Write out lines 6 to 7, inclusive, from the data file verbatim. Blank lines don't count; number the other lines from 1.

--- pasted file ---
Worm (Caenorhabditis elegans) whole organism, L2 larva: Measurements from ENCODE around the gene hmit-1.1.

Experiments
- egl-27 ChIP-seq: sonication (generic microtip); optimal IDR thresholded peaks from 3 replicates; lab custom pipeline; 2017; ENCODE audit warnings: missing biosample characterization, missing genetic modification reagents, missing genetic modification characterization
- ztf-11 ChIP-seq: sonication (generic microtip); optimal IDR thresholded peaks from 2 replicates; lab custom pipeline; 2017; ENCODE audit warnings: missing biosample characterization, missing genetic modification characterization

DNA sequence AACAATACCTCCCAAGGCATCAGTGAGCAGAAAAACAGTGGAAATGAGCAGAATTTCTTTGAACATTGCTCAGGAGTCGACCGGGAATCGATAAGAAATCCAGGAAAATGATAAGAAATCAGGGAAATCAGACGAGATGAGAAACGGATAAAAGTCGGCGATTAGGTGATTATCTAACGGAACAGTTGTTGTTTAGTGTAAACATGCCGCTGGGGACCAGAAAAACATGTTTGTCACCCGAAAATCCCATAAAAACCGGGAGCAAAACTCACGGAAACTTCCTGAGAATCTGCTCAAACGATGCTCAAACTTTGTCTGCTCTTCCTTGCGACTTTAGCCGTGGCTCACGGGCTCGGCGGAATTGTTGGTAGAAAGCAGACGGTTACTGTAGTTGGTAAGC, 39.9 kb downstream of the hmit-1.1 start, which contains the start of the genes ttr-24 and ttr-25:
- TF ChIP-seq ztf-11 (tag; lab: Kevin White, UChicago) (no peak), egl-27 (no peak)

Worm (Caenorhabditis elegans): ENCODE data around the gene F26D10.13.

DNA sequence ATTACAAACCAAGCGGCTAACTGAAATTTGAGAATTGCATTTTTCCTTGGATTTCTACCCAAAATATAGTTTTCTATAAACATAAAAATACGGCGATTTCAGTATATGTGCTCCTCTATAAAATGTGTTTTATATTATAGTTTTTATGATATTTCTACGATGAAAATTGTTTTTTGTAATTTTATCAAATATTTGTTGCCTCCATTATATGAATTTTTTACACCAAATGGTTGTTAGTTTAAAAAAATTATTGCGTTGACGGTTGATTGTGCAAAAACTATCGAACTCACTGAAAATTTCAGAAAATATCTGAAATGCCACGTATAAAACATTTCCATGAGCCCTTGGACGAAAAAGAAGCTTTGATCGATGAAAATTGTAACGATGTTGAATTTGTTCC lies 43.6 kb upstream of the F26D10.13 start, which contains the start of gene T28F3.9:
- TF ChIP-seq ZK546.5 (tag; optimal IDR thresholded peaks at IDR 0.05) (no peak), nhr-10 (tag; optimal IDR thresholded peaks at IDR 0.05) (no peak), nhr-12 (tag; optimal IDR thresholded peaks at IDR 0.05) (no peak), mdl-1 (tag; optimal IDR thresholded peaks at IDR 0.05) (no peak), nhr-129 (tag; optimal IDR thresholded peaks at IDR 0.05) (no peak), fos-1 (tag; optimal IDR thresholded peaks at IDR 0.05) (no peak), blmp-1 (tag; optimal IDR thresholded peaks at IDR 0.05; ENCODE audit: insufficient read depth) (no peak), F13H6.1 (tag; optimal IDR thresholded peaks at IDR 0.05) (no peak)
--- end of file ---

- TF ChIP-seq ztf-11 (tag; lab: Kevin White, UChicago) (no peak), egl-27 (no peak)

Worm (Caenorhabditis elegans): ENCODE data around the gene F26D10.13.